“The first floor was completely renovated to include a larger lobby and a student lounge, plus accessible restrooms, “Oatman said. “On the upper floors (2 – 9), the center core areas were completely renovated to include new accessible restrooms/showers and student lounges/laundry rooms.

He said most all of the bedroom sizes stayed the same but they did get new furnishings, vanities, floorings, ceilings and paint.

Oatman said the changes also helped the University’s growing “green” initiative.

He said Elizabeth was now considered a more sustainable facility.  The residence hall was the first construction project completed on campus that will be LEED (Leadership in Energy and Environmental Design) certified.

According to the United States Green Building Council, LEED helps set the framework for building and maintaining green building designs, assisting in everything from construction to operations and maintenance solutions. LEED provides an independent verification which proves a building’s environmental quality, which is calculated on a rating system.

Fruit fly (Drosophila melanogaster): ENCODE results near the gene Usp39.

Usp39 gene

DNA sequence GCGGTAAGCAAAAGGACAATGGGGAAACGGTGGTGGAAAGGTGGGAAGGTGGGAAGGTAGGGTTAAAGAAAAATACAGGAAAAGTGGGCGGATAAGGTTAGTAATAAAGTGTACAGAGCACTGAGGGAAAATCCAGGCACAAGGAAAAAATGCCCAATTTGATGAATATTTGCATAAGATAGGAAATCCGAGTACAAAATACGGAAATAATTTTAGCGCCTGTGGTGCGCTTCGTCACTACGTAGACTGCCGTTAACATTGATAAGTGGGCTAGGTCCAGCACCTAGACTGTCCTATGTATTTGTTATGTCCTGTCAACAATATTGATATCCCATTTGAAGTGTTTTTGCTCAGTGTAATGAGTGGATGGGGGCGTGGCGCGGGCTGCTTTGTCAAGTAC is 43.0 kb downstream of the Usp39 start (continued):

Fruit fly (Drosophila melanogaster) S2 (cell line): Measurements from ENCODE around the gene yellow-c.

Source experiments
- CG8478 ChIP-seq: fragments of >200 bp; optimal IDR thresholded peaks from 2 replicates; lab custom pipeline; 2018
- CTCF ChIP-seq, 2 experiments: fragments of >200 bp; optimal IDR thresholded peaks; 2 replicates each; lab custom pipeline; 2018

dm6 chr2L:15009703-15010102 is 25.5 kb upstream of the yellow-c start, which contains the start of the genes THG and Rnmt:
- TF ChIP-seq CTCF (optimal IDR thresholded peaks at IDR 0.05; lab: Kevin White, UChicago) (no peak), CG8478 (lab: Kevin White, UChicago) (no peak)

Natalie Lay, sophomore from St. Louis, Mo., said living in Elizabeth’s temporary residence, Old Richmond, helped her appreciate the improvements to the residence hall this year.

“I like that there is a lot more closet space and the drawers have a lot more room than last year,” she said. “Although it is one of the community – style residence halls, it does feel a bit homier.”

Lay said the colleges newly – renovated walls could attribute to Elizabeth’s growing popularity over the following years due to the modernized factor the residential college has.

Crystal Coleman, College Head of Elizabeth Hall, said Old Richmond was still planned to be used by Elizabeth but in a different manner then last year.

“This year we are calling Old Richmond Hall the ‘Summer Home of ‘Lizo’”, she said.  “It’s a temporary place for many international students and other students until they move to their permanent on-campus home.”

Many students wondered what the finished result of the renovations would last semester but Coleman said all of those fears were put to rest n the first day of move- in day.

She said that with the lobby being a main gathering place, some students were worried but most of the feedback Coleman has received has been nothing but positive.

Jordan Jones, sophomore from Paducah, Ky., said although he lived in the Clark Residential College last year, he does not regret his choice switching to Elizabeth.